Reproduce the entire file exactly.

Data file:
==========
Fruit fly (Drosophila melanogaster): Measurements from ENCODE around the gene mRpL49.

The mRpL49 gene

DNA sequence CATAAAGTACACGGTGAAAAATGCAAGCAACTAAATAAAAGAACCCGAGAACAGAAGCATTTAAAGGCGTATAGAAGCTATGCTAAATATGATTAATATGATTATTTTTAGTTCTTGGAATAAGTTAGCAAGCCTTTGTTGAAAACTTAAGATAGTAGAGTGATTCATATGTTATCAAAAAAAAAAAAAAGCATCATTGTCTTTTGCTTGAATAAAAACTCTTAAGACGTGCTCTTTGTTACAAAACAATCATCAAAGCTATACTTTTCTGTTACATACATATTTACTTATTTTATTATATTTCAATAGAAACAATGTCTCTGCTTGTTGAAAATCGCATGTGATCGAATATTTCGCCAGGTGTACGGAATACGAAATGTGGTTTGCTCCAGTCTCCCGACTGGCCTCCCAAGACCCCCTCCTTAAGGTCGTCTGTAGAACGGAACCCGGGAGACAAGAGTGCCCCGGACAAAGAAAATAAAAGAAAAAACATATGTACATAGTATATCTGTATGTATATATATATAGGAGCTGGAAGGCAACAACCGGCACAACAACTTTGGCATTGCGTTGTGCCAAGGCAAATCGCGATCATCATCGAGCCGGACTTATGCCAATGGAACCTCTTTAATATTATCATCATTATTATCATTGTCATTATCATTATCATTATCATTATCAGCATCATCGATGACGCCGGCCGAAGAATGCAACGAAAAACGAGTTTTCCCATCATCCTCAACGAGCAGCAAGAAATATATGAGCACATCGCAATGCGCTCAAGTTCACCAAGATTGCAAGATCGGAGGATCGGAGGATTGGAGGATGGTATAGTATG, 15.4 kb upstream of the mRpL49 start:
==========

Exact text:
Fruit fly (Drosophila melanogaster): Measurements from ENCODE around the gene mRpL49.

The mRpL49 gene

DNA sequence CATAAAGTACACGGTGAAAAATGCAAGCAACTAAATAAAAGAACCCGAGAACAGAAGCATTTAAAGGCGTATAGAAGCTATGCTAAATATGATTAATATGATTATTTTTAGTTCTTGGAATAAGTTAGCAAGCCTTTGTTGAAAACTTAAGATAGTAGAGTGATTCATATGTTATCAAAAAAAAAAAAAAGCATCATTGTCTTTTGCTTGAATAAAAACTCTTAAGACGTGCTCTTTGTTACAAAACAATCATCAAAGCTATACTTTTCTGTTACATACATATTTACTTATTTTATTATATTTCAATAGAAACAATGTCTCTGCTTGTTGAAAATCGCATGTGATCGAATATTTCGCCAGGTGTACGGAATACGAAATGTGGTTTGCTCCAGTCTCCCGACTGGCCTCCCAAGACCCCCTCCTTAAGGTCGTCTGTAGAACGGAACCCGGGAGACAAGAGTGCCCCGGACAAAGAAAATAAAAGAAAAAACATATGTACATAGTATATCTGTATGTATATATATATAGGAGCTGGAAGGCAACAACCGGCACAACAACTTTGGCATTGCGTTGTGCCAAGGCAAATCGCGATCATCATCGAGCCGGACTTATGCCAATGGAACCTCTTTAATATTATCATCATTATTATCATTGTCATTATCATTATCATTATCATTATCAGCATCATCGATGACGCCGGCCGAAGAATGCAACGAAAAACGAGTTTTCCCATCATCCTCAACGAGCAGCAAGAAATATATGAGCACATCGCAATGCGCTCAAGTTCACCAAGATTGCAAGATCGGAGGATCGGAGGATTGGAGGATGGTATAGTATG, 15.4 kb upstream of the mRpL49 start: